By Abbie Gobeli
Iceland Music Export was formed in November 2006 to provide a gateway for artists to send their music out to the rest of the globe and for new, eager listeners to hear the sound of Iceland. During my adventures abroad in Iceland, I was lucky enough to catch up with Sigtryggur Baldursson, Managing Director of IMX to discover what Icelandic music has to offer.
What Icelandic groups are essential to the Iceland music scene?
That is a good question. I don’t want to make that call. I have to be pretty diplomatic about this. There are many bands that have done well outside our market. You probably know must of them; The Sugarcubes, Bjork, Sigur Rós, and Of Monsters and Men. There are loads of others I’m sure you’ll hear of soon.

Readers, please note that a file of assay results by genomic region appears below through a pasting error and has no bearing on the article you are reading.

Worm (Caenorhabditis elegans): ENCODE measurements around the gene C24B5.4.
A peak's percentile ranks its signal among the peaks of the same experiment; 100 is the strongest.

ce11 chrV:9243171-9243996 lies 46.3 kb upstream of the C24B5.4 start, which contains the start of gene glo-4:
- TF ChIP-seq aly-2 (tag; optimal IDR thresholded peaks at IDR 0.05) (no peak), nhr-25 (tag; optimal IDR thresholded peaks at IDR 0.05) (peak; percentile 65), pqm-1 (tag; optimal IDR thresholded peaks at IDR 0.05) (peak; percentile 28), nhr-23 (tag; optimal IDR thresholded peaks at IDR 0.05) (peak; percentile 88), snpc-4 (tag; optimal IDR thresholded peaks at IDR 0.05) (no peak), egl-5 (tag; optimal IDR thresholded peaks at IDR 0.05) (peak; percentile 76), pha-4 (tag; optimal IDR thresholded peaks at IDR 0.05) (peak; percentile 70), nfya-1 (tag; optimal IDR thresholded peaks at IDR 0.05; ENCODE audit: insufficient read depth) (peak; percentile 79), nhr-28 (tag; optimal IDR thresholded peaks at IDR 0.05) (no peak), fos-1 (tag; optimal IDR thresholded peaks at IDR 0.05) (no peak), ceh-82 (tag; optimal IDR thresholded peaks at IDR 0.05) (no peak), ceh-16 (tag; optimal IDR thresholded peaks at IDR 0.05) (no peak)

Why is it important for the world to hear Icelandic music?
Iceland is a small market and it’s great for other Icelandic artists to have access to bigger markets.
What is unique about Icelandic live music compared to other countries?
For me, it’s hard to answer. It’s very varied, there’s techno like Gús Gús and Of Monsters of Men, which is a seven-piece band with guitar and accordion. It’s hard to pin down one thing that stands out.
How do musical artists in Iceland usually get their start?
That’s one of the funny things about the market here. One of the reasons we seem to produce so much music is what I call the DIY factor. This homegrown effect empowers a lot of musicians to go make their music.
Find IMX online at http://www.icelandmusic.is/
Sóley - Smashed Birds (touring with Of Monsters and Men in the US)
Múm - Green Grass of a Tunnel
Human Woman - It’s Gonna Hurt You
Bjork - Pluto
Sigur Rós - Hoppípolla
Nóra - Bringsmalaskotta
Bró∂ir Svartulfs - Rólan Sveiflast Enn